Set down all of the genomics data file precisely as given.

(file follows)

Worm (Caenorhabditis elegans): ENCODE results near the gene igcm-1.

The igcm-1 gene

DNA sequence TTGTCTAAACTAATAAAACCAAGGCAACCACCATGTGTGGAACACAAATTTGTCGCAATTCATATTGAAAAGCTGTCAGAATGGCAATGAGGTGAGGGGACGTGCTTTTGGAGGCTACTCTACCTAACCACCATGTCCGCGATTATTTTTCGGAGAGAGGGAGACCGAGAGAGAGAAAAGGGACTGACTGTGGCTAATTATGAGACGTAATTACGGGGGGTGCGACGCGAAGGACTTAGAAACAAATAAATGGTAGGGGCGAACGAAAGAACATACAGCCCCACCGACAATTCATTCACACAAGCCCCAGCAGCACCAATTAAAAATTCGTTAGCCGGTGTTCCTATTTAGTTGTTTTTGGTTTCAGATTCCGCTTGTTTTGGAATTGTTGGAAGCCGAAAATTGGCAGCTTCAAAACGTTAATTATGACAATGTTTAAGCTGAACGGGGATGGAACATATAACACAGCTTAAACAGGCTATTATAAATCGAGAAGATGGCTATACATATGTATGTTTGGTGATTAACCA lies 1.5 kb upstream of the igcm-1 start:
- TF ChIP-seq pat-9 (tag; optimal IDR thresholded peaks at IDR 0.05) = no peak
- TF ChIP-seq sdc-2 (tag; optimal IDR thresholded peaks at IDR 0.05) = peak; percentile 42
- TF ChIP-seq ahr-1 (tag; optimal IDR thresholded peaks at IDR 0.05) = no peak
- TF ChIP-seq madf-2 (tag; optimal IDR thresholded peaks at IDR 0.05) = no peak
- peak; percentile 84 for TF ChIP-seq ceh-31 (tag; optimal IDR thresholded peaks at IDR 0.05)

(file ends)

Worm (Caenorhabditis elegans): ENCODE results near the gene igcm-1.

The igcm-1 gene

DNA sequence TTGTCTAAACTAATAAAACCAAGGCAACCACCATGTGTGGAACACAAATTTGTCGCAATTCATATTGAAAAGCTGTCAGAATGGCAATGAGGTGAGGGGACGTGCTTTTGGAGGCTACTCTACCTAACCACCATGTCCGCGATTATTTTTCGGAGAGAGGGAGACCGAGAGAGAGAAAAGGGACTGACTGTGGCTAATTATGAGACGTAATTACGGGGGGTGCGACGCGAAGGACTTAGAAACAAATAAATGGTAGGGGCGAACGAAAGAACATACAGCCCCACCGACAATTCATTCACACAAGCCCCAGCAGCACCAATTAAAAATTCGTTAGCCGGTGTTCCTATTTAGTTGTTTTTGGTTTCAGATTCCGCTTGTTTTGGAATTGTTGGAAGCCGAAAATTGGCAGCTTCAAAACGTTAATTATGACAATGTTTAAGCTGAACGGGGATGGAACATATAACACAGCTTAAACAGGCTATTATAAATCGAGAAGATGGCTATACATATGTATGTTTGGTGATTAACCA lies 1.5 kb upstream of the igcm-1 start:
- TF ChIP-seq pat-9 (tag; optimal IDR thresholded peaks at IDR 0.05) = no peak
- TF ChIP-seq sdc-2 (tag; optimal IDR thresholded peaks at IDR 0.05) = peak; percentile 42
- TF ChIP-seq ahr-1 (tag; optimal IDR thresholded peaks at IDR 0.05) = no peak
- TF ChIP-seq madf-2 (tag; optimal IDR thresholded peaks at IDR 0.05) = no peak
- peak; percentile 84 for TF ChIP-seq ceh-31 (tag; optimal IDR thresholded peaks at IDR 0.05)